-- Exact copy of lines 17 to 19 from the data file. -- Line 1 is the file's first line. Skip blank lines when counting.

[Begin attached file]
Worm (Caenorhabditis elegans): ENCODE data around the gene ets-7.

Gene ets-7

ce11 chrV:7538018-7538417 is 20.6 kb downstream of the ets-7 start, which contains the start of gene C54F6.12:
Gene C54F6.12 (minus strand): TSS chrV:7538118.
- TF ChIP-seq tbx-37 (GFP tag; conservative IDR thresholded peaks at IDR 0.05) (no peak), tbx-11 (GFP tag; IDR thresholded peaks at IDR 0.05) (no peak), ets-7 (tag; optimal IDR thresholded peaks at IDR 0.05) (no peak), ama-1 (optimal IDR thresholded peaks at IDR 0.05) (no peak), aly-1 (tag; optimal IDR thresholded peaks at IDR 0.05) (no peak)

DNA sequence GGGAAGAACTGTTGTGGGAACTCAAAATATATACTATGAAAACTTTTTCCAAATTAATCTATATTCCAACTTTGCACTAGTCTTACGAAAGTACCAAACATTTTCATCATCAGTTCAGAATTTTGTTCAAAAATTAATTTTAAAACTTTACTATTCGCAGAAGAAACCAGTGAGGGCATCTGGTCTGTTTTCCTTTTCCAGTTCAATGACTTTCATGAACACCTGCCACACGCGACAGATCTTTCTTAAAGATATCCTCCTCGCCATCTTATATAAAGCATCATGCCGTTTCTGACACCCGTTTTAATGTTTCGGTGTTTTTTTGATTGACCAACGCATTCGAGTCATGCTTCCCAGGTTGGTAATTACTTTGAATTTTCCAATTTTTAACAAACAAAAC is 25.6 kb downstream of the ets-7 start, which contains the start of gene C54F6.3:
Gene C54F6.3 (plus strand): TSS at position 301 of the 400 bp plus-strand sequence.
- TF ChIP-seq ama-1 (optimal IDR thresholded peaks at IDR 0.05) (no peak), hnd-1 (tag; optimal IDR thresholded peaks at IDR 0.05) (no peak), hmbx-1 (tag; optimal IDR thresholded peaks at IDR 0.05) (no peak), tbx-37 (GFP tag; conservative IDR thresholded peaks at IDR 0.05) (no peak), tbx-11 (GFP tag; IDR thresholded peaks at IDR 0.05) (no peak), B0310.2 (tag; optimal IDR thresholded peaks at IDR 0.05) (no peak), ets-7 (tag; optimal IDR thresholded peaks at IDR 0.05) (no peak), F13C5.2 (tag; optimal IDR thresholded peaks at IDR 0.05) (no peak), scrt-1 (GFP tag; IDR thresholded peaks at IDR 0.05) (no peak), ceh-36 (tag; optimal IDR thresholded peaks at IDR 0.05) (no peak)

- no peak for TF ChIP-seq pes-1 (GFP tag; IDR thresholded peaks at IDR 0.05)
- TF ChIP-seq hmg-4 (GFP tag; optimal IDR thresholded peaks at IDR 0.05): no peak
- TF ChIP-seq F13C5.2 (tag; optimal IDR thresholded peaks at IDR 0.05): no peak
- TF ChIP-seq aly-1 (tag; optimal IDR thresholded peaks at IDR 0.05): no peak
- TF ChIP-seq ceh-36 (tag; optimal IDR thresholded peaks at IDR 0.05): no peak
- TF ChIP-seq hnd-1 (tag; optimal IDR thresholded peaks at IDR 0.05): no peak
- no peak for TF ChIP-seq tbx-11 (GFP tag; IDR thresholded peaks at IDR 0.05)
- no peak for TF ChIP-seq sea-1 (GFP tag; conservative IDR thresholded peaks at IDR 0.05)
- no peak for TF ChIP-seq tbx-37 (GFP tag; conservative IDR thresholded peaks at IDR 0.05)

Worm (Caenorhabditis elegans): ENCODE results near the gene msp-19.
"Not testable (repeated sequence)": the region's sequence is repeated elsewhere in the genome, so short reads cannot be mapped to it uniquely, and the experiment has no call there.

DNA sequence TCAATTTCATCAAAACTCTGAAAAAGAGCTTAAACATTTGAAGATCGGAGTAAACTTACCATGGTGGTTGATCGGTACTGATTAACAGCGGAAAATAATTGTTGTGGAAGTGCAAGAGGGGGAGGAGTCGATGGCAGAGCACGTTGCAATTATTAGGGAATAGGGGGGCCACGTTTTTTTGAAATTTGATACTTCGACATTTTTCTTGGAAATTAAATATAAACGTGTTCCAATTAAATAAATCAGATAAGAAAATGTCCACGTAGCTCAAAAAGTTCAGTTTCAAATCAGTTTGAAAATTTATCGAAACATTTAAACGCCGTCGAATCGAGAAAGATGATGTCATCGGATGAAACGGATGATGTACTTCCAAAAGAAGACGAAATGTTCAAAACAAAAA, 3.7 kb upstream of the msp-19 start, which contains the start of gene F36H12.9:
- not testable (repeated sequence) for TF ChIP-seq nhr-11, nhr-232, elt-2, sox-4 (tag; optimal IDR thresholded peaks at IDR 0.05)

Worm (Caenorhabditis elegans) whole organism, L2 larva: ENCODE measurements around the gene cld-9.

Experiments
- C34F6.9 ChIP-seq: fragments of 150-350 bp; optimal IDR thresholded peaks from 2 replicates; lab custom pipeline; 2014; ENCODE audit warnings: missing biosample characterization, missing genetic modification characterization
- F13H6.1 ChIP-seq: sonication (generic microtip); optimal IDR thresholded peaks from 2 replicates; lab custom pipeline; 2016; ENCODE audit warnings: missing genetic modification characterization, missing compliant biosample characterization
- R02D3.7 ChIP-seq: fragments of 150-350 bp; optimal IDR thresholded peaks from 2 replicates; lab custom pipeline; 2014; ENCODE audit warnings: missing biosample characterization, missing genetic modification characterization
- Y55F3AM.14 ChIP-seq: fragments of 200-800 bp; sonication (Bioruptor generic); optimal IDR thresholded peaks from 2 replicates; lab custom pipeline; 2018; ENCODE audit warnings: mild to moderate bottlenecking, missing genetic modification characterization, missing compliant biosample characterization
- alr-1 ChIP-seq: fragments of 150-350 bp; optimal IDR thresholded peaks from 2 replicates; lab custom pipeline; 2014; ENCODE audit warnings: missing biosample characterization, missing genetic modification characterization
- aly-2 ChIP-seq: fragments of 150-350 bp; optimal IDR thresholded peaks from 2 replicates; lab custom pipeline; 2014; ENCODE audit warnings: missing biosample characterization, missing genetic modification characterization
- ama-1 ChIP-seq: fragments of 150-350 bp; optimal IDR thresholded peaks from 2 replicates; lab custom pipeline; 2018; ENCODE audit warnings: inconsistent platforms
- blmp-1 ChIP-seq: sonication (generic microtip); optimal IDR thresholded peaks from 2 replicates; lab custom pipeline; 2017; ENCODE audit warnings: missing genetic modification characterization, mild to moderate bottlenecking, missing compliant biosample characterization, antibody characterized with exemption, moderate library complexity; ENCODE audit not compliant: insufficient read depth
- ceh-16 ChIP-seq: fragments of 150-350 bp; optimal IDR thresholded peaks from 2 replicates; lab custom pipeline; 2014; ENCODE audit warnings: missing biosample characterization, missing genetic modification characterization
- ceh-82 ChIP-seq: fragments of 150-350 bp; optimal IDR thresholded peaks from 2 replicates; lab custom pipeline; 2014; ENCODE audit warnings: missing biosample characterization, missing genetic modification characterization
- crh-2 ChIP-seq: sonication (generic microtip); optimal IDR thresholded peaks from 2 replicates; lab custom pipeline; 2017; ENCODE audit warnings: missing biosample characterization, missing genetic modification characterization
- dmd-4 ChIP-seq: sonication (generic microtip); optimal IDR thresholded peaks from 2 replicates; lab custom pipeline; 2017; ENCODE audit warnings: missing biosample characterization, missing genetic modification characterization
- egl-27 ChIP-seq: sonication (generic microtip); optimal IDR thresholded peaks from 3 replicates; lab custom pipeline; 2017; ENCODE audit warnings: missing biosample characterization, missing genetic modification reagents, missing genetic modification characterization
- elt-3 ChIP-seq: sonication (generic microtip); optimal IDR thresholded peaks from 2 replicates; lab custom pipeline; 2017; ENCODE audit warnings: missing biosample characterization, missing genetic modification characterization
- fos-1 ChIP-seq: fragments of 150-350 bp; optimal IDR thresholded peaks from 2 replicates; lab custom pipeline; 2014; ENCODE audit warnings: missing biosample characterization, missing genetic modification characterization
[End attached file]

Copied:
- no peak for TF ChIP-seq tbx-37 (GFP tag; conservative IDR thresholded peaks at IDR 0.05)

Worm (Caenorhabditis elegans): ENCODE results near the gene msp-19.
"Not testable (repeated sequence)": the region's sequence is repeated elsewhere in the genome, so short reads cannot be mapped to it uniquely, and the experiment has no call there.